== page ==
Among the outbuildings on the C-Cross C is a modest shed that served travelers waiting for the Wolcott Stage on its way to Steamboat Springs.

Courtsey photo

Among the outbuildings on the C-Cross C is a modest shed that served travelers waiting for the Wolcott Stage on its way to Steamboat Springs.

Historic high-country pasture

Thorpe Mountain Ranch offers 2,122 acres of land, dense forest



Courtsey photo

The C-Cross C ranch on Thorpe Mountain includes hundreds of acres of forested land and views to the south overlooking Phippsburg.

— A historic South Routt ranch that spans much of Thorpe Mountain and includes Yampa River frontage is on the market for $23,342,000.

Cynthia Crawford and her husband, Todd Seabold, are selling the 2,122-acre C-Cross C ranch, consisting primarily of pastureland and dense forest on the 8,970-foot mountain that overlooks Stagecoach Reservoir and Phippsburg.

Of the total acreage, which is divided among three parcels, 568 acres were placed under conservation easements held by the Yampa Valley Land Trust in 2006. The Routt County Board of Commissioners approved using funds from the Purchase of Development Rights property tax used to help obtain the easements. They include 469 acres of pine, spruce and aspen forest near the top of the mountain and 99 acres in the riparian zone along one mile of the Yampa River upstream from Stagecoach.

Buildings on the property include a 1,700-square-foot home and several barns. There also is an old stagecoach stop shed, which was a waypoint on the old Wolcott to Hahn's Peak stage line.

The ranch is being co-listed by Donna Mae Hoots and Mark Fischer of Real Living Professional Group in Steamboat Springs. Hoots said she recently transferred her real estate license to Real Living, and was working her first day in the office when Crawford walked into the office looking for Fischer. Hoots, who grew up on the Monger family ranch in the lower Elk River Valley, and Crawford found they had a good deal in common, Hoots said.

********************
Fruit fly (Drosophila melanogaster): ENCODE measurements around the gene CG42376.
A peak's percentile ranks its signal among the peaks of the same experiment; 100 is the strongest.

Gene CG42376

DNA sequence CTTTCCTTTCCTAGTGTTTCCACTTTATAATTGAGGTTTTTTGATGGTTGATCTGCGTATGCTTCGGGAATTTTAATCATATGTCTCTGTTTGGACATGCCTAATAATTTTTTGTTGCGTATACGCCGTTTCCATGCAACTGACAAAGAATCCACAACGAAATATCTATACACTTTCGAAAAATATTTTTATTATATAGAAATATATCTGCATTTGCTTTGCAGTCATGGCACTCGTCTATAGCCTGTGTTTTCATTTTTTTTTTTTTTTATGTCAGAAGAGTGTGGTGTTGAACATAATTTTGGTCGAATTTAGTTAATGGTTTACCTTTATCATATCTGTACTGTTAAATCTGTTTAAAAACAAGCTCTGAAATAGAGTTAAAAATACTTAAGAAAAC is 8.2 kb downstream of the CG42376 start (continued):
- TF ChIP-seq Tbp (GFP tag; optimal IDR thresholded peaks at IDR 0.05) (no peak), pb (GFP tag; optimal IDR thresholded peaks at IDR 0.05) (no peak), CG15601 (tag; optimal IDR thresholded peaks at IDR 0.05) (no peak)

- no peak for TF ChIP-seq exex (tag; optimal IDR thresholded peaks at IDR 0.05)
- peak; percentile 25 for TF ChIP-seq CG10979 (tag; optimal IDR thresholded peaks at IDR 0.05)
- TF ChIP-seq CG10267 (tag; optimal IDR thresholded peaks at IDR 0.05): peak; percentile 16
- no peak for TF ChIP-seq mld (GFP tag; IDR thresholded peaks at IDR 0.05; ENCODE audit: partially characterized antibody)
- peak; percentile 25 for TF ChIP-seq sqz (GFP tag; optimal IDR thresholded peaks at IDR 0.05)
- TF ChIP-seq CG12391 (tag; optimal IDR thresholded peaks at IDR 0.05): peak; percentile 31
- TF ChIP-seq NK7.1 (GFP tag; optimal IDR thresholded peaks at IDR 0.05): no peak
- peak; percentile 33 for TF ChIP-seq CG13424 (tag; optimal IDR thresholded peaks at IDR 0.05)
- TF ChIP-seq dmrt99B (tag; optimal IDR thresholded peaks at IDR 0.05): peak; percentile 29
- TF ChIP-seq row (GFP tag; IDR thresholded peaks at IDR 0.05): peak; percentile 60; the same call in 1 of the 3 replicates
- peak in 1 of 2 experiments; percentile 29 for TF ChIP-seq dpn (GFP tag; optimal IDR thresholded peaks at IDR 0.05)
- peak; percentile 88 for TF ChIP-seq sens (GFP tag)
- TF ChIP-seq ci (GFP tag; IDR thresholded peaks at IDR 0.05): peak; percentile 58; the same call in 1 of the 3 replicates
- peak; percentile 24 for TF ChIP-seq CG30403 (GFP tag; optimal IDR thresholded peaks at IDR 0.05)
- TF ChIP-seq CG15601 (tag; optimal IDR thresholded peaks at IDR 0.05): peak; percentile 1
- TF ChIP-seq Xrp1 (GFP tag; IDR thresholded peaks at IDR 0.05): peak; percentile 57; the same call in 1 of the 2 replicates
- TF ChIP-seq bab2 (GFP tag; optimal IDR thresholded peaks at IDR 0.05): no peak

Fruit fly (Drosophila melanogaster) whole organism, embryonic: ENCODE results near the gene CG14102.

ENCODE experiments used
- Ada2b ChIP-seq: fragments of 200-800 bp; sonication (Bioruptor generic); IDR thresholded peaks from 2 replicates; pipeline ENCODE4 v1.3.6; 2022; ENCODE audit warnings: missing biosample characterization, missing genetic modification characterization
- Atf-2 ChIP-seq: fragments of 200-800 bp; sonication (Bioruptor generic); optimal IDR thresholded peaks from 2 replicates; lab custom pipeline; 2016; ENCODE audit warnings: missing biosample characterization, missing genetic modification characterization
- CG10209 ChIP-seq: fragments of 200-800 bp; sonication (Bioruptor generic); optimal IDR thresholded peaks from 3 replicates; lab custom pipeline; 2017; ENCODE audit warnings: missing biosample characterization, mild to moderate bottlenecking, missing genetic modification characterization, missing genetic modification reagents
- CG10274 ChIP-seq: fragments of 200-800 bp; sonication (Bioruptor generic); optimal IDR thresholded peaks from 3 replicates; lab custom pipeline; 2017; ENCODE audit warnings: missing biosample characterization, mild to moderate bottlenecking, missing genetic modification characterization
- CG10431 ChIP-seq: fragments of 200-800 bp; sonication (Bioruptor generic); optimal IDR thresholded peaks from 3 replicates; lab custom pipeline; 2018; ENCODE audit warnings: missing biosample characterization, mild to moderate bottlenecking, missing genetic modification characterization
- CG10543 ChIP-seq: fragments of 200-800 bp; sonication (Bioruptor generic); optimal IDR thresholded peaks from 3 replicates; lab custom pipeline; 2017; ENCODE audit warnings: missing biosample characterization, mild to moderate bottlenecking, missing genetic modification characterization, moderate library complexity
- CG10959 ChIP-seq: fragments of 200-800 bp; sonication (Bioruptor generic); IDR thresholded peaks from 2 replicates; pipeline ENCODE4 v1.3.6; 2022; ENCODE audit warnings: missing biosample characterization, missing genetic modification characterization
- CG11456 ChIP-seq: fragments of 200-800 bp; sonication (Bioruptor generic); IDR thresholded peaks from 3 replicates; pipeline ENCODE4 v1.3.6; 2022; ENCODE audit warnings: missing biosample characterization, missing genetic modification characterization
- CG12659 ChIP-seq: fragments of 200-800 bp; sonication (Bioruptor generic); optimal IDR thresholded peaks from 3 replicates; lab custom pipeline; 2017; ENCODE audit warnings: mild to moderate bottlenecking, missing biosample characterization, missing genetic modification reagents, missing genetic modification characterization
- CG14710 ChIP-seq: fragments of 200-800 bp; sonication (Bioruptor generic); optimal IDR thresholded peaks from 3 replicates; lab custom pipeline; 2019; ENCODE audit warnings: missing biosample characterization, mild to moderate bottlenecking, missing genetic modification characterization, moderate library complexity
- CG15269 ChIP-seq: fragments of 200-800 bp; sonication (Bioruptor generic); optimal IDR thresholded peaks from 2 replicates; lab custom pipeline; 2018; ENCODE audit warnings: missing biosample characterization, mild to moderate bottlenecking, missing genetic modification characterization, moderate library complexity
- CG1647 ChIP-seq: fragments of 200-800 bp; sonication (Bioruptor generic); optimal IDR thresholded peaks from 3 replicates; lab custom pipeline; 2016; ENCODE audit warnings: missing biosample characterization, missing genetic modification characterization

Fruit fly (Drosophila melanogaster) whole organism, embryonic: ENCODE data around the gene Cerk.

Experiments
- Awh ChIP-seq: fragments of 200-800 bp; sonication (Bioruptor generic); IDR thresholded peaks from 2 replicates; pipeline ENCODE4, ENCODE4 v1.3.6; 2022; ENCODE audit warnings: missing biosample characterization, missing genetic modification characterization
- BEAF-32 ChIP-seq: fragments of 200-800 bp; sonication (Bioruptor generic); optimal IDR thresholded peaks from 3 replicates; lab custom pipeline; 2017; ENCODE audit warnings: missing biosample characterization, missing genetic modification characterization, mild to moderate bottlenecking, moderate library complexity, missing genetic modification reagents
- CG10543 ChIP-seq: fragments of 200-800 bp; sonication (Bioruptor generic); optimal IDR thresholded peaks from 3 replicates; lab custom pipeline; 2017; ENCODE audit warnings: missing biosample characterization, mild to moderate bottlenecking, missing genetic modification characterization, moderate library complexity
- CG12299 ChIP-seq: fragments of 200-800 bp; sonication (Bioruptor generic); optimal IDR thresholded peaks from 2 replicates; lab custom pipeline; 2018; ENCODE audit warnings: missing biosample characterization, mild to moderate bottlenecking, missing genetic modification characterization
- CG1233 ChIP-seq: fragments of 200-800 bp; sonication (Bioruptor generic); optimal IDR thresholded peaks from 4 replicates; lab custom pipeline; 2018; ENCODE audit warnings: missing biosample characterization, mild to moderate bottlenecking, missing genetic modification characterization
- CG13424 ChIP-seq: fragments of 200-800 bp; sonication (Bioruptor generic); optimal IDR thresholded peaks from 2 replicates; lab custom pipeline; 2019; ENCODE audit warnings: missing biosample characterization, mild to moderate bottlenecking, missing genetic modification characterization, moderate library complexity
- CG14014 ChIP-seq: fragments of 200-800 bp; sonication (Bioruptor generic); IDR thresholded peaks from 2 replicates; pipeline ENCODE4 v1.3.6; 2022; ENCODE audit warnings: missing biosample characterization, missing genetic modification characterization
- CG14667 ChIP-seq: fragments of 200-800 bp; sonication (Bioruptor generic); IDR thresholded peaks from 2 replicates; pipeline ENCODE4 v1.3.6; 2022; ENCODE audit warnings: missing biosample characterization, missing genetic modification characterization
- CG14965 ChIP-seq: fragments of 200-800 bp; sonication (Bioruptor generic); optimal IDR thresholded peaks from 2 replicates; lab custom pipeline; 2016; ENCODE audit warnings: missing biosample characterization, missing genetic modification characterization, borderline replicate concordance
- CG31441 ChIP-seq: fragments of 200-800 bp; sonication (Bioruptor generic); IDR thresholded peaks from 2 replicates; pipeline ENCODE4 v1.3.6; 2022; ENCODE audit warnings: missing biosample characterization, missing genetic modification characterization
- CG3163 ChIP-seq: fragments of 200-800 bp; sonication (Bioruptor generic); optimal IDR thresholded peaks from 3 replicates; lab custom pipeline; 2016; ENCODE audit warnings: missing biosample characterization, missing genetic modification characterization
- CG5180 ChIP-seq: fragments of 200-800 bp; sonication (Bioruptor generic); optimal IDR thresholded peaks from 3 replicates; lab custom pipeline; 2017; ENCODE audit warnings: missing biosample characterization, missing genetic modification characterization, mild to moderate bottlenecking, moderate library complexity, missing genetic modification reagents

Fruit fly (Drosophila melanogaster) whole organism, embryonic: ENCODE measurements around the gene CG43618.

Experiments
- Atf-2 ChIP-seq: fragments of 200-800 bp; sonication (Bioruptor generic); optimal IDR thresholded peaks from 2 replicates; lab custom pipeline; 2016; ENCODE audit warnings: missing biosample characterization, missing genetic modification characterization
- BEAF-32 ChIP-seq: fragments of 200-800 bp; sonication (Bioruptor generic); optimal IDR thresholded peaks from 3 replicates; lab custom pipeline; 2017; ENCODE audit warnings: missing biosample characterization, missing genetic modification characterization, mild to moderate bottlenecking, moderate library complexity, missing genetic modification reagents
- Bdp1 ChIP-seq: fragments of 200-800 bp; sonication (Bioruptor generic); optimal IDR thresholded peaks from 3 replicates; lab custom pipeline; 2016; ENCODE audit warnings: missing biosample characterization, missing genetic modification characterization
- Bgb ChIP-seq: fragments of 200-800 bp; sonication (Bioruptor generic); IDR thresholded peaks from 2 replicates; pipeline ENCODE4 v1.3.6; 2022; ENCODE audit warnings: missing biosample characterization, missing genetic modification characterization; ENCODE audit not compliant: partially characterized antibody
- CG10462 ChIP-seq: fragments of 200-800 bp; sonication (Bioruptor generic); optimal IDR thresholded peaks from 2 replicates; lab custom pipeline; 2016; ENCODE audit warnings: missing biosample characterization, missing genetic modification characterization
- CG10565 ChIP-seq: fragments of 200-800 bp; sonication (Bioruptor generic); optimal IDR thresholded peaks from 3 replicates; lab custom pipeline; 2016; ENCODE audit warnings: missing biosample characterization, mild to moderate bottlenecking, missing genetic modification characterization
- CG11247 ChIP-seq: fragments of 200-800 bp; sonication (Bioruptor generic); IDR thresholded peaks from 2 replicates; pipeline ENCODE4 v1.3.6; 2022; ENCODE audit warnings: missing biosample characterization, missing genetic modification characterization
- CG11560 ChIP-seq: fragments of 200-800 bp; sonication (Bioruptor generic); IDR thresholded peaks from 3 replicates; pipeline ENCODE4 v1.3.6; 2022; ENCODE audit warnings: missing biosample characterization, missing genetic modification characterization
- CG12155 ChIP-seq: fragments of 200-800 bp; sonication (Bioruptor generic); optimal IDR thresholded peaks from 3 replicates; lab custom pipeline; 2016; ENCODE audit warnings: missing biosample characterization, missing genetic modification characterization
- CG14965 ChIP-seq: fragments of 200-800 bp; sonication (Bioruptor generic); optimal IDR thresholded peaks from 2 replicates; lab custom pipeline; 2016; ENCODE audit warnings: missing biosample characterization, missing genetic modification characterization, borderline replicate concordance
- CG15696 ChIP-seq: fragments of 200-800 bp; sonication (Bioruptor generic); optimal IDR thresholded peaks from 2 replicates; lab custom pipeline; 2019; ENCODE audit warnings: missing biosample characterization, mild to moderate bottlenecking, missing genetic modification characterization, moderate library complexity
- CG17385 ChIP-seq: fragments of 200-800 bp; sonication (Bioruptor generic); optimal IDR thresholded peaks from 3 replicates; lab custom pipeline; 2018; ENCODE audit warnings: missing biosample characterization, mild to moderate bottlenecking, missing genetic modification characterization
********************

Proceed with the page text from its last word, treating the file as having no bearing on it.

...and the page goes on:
"The more we talked, the more we realized we knew each other's families," she said. "I appreciate what ranching is, the love of the land and the desire to take care of the land and to use it to its best use."

Within a few days, the three of them were touring the sprawling ranch on all-terrain vehicles.

Hoots said they arrived at the asking price of approximately $11,000 per acre after undertaking a regional search of comparables.

Brian Smith, a Realtor and partner specializing in ranch properties with Hall and Hall Partners LLP in Steamboat Springs, said the market for ranch properties across the West has come on strong in the latter half of the year.

"The summer began more slowly than is typical," Smith said. "Just about the time the credit market fell apart, things really started picking up for ranches. It moved in the opposite direction of what you might have expected."

Smith doesn't see any cause and effect in that coincidence. The typical ranch buyer, he said, is immune to the ups and downs of the credit markets.

"It's the upper echelon" of buyers he said.

Smith said that, in general, the per-acre price of Western ranches is trending upward as the average size of available properties is decreasing steadily every year.

Hoots said the C-Cross C Ranch offers the ideal opportunity for a buyer seeking their own cattle kingdom, or perhaps someone seeking to develop a number of estate lots.

Crawford and her husband have a cow/calf operation on the ranch, but purchase all of their hay, Hoots said.

Most people in Routt County would recognize the views of Thorpe Mountain from the north, in the area known as the "South Valley" between Steamboat Springs and Blacktail Mountain. It's also visible to the west while driving over Yellow Jacket Pass on the way to Stagecoach. However, the C-Cross C is predominantly on the south slopes of the mountain, Hoots said.

"I've driven by that mountain all along and thinking how beautiful it might be" from its upper reaches, she said.

It has many access roads, extensive mineral rights and ample water rights, she added.

Hoots said the establishment of the conservation easements was intended to protect wildlife at the two extremes of the ranch - the elk herds that use the summit for summer range and the many species of birds that use the area along the river bottom.

Hoots, Fischer and Crawford all are taking a patient approach to marketing the property, Hoots said.

"We think it will be two years to find the right buyer and for them to do their due diligence," she said.


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